News & CA: Seven News and Today Tonight had very clear wins: both won all five markets clearly and didn’t need their Perth margins. Seven News in Sydney did well with the coverage of the Sydney Harbour boating tragedy putting Ian Ross on harbourside and Sam Armytage in the studio while Nine was stuck in the studio at Willoughby. Both did solid reports. The difference worked: Seven News averaged 389,000 in Sydney, Nine, 327,000. Today Tonight had a clear margin over ACA which has been hosted out of Melbourne and the swimming titles. ABC News averaged 959,000, The 7.30 Report, 718,000. Lateline averaged 234,000, Lateline Business, 109,000. Ten News averaged 905,000 (it’s had good figures all week), the Late News/Sports Tonight, 382,000. SBS News averaged 171.000 at 6.30pm and 132,000 at 9.30pm. 7am Today rose to 282,000 on Sarah Murdoch’s last day (she finished up today) and 7am Sunrise averaged 437,000.

The Stats: Nine won with a share of 30.3% (30.0% last week) from Seven with 28.1% (27.5%), Ten with 22.7% (24.0%), the ABC with 14.1% (13.2%) and SBS with 4.8% (5.3%). Nine won Sydney and Melbourne and Brisbane, Seven won Adelaide and Perth as the swimming and AFL Footy Shows just didn’t have the same impact as they did in Melbourne. Seven leads 32.8% to 25.3% in regional areas though yet another win to Prime/7Qld with 29.7% from WIN/NBN with 27.5%, Southern Cross (Ten), 23.3%, the ABC with 13.9% and SBS with 5.7%.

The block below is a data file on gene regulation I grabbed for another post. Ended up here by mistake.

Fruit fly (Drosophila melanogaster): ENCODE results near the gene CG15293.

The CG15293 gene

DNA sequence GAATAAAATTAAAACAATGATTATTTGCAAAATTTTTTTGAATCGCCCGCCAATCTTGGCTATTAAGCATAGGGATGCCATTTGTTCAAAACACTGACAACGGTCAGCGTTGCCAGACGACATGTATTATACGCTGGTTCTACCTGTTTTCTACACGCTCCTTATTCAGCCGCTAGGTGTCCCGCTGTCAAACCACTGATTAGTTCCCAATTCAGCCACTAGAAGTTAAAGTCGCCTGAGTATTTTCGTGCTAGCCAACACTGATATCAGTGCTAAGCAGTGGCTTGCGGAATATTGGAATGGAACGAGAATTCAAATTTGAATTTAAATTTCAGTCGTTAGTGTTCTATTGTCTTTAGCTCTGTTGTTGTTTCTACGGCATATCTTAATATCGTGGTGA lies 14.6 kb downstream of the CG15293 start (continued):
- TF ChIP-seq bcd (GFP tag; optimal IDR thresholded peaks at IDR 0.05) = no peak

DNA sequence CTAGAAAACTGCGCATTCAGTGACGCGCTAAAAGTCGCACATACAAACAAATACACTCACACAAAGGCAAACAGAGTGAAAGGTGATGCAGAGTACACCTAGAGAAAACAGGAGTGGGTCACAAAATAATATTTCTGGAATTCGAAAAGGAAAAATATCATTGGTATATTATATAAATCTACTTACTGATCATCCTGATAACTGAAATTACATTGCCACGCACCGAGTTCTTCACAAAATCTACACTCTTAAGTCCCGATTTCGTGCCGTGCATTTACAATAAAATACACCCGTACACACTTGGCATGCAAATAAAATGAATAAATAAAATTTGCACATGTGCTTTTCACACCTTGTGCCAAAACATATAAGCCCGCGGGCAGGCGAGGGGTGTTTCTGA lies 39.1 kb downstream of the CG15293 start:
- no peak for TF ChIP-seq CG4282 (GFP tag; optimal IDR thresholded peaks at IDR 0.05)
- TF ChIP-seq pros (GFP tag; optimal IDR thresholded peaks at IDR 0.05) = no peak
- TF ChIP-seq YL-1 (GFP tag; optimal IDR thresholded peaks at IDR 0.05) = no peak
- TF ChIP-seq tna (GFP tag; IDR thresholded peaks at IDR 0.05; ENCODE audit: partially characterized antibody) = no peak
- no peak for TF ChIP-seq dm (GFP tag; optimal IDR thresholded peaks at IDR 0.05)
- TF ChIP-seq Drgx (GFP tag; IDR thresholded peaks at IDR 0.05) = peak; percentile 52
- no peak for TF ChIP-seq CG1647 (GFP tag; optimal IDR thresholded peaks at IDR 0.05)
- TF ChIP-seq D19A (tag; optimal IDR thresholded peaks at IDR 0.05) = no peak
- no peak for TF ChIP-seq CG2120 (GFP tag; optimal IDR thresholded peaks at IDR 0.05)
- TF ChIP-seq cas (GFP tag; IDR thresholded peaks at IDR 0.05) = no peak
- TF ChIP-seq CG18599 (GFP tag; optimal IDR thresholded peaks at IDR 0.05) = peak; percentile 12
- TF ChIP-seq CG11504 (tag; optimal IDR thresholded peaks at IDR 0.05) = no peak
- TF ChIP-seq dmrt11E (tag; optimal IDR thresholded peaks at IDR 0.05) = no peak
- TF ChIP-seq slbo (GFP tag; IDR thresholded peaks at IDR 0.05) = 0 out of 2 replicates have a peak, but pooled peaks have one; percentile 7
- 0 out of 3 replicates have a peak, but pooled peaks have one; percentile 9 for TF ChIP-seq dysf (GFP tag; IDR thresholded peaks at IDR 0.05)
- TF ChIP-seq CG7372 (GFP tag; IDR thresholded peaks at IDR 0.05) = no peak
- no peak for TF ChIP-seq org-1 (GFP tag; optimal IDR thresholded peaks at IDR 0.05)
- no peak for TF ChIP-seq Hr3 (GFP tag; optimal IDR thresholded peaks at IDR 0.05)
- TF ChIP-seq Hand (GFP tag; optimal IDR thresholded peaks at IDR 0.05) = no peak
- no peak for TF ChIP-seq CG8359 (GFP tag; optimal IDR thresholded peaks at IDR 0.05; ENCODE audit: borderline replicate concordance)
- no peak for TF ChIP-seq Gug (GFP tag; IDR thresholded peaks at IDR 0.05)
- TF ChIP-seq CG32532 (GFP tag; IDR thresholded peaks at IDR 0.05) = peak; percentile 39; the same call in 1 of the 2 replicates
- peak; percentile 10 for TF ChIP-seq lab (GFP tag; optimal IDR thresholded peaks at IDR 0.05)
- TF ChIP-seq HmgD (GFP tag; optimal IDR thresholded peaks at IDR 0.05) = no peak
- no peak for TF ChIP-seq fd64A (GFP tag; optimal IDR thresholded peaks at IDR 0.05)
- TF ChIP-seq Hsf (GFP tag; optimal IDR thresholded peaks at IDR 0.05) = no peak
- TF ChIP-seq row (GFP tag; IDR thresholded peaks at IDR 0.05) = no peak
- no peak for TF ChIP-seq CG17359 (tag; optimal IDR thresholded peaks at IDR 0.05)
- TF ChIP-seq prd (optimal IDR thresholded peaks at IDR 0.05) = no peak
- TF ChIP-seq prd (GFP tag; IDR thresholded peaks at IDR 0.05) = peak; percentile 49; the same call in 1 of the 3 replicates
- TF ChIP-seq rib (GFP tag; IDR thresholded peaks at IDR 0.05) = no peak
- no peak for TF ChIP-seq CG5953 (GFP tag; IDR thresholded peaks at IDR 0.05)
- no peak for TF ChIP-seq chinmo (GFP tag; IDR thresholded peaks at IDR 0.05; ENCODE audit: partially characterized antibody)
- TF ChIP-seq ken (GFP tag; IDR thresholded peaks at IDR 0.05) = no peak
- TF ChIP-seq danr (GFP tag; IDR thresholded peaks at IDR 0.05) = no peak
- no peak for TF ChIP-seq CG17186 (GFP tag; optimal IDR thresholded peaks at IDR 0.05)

Glenn Dyer’s comments: Nine splits the swimming in Sydney and Brisbane tonight with the NRL, while Seven starts the AFL with Melbourne playing St Kilda. This will be a test of viewing loyalties. Ten has Sydney v West Coast tomorrow night in Sydney. If you don’t like football or swimming, there’s not much else on tonight or tomorrow night on TV. Pay TV of course beckons, but it will have NRL, AFL and cricket galore. Nine has cricket early Sunday morning. Sunday evening Seven rests Australia’s Got Talent and Ugly Betty for a Cirque Du Soleil thing. Grey’s Anatomy and What About Brian are new eps. Nine has the swimming and then a repeat of CSI and CSI Miami. Ten has The Biggest Loser and then the return of Rove at 8.30pm and a program called Pussycat Dolls Present. The promos look, well, odd for a free to network, but then Seven is showing Cheaters at 10.30pm Sundays. The ABC has the last of the Constructing Australia docos at 7.30pm, then Miss Marple at 8.30pm.

Get more Crikey, for less

It’s more than a newsletter. It’s where readers expect more – fearless journalism from a truly independent perspective. We don’t pander to anyone’s party biases. We question everything, explore the uncomfortable and dig deeper.

Join us this week for 50% off a year of Crikey.

Peter Fray
Peter Fray
Editor-in-chief of Crikey
50% off